“I scared you. I am knowing this.”

But Jess looks down at me with . . . less fear than I expected. Her and Kap’s first bout of nervousness around me, I realize now, was a fear that I would reject their friendship, when they were just so fascinated by me—or at least, by the idea of me, and what my species represented in the way of new learning opportunities. Now, though, the second fear, the one I gave everyone outside the mediation chamber . . . that fear has changed their investment in the first. And so, I am not an object of fascination anymore. Only a scenario to be handled with caution, like everything else in their fragile lives.

I try not to be disappointed. There are so many ways in which I have served others’ understandings here of what Uma’u is. Of who I am. But even the flattering versions are unkind in their own way. In their oversimplification of, oh, everything about me. My uma’u.

In whose eyes does the truth of me matter? Only yours, my one, my only, my dearest deadmate—or at least the notion of you that my mind has forged to replace your reality in this lonely waking life. Even now, at this long overdue and clearly politicized ceremony, where a soft series of chimes at last marks our arrival at the hour of what will be my greatest performance in Standard-Variant Partner yet: a presentation of all your lives, and the immense wastefulness of your loss, to this strangeling group of species from across two compacts . . . Even now, your eyes loom larger than life on the canteen ring wall beyond the five pedestals and their associated plaques. Those two massive rounds of red-flecked gold, my queen, my everything, just . . . waiting, watching, frozen in that moment of your death I never did see firsthand, but carry with me, all the same, whenever we are not in the Otherrealm together.

I do not watch the Fens or the Humans in the audience as I ascend the added booster to reach a visible height for all. Nor do I look to the lizard-toms whose species-name I don’t recall, or to the Retet, or the Gremshu, or the j-bot for livestream participants, or any of the dozen other researching species that I have yet to formally meet, let alone even begin to get to know. I know what they’re all really here for, of course—the curious and the guilty, the grieving and the suspicious. They’re here for some greater payoff . . . not today, perhaps. But later. They’re here to convince me, with their presence, with this sudden united front of respect, that they can be trusted with the secrets of this ancient race, the Makers, that I have already given them . . . plenty of reason to think I truly know.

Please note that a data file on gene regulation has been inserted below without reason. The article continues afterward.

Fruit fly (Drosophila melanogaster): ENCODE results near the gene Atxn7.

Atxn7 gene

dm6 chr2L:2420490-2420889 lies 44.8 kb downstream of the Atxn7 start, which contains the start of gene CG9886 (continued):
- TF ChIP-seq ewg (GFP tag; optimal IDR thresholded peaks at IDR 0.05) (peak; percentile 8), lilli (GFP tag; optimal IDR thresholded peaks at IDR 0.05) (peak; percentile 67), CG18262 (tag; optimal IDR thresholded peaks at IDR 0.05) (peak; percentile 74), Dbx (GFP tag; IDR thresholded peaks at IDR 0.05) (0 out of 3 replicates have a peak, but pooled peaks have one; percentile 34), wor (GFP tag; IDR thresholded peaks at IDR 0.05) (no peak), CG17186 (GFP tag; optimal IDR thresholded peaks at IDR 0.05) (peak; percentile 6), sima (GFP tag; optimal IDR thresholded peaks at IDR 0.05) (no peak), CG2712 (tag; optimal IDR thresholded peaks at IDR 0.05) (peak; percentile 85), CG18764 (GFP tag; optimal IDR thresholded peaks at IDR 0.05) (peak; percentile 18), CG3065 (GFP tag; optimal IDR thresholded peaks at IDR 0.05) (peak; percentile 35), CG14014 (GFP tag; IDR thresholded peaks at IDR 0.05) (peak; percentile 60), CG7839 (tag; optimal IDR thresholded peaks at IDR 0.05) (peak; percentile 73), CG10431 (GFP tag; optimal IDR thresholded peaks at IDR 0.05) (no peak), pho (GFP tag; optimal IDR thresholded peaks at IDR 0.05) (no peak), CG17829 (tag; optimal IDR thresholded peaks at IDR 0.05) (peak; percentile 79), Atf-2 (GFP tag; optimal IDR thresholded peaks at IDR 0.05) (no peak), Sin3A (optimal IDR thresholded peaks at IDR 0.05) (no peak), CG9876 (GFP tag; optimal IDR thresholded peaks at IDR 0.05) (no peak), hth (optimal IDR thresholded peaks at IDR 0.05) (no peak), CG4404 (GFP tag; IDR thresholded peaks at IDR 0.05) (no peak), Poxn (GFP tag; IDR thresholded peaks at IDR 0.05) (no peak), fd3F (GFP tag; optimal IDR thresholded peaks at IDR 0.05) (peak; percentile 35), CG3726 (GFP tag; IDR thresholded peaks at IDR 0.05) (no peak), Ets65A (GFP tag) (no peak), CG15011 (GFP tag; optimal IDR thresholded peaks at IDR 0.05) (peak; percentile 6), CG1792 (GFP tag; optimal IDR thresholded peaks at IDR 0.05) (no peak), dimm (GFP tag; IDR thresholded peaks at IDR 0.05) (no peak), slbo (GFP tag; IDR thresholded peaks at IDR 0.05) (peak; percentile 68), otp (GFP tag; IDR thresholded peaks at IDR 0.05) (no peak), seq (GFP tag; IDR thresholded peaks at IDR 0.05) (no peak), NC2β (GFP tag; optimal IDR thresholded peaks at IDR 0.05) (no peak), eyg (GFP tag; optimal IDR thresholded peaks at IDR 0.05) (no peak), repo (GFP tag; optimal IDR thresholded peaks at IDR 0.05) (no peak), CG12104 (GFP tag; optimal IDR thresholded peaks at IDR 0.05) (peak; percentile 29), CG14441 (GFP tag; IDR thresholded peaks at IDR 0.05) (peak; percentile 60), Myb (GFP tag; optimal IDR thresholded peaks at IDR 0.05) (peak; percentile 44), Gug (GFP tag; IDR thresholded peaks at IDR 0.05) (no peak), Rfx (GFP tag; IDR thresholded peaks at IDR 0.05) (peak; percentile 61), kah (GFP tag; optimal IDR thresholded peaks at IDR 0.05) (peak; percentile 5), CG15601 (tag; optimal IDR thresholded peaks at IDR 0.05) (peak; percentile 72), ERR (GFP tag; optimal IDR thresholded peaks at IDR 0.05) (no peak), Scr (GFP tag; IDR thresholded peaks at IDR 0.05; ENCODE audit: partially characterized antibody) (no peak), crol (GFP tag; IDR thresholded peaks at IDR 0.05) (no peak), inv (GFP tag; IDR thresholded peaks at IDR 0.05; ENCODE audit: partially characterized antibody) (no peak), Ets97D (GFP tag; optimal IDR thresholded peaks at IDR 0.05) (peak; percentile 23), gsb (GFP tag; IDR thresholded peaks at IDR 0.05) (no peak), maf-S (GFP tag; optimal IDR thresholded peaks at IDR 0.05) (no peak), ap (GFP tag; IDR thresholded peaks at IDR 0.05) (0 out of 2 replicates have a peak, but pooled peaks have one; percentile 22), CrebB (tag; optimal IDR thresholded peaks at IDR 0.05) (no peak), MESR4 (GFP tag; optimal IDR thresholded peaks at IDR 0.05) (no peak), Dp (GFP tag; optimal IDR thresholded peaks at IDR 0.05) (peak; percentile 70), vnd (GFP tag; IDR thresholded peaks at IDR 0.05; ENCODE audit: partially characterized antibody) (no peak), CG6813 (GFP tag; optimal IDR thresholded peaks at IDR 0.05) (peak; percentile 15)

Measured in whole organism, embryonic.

The game is so simple, really:

Show up. Pay respects. Ingratiate themselves with the little, unassuming tom that just a lunar ago they all smirked at or belittled for speaking so poorly, so haphazardly, and through so much ongoing trauma, in their frustrating Standard tongue.

And then . . . the gates to all great knowledge will open for them, yes?

Then I will introduce them to all that Uma’u knows of the ancient ones?

Oh, beloved . . . I do so hope there is truly a dreaming after we pass on, and that it is not just a false realm we speak of to soothe our younglings in the now-here-now.

You’ll wait for me there, though, won’t you? High up in the finest of yoru’nan trees, that we may nuzzle eternally in its perfect summer’s heat, tail in tail, that heavy maw of yours nestling so effortlessly under mine, tongues flicking lazily to catch and crunch on ebe’li, even in our drowsing, as they skitter past the fragile buds at last giving way to blooms?

Because first, my dearest, my only . . . after this last speech is through, there are some mountains in the dreaming I think it’s high time I set about exploring. Yukelene truly believed, didn’t he, that if you fell into the dreaming before you entered cryo, you could conceivably travel further? Almost anywhere?

Into Alliance territory, maybe?

Into what dreams your killers might still be dreaming even now?

Yes, of course, my love—if it works, I’ll tell you all about it.

The death cries. Their screaming.

Who else would understand me anyway, in that—or any—place?

Author profile

M. L. Clark, Canadian by birth, is based in Medellín, Colombia. Along with stories in Clarkesworld, Clark is the published author of speculative and science fiction in magazines including Analog, F&SF, and Lightspeed, and the occasional year’s best anthology. Clark also writes global humanist articles twice-weekly at OnlySky.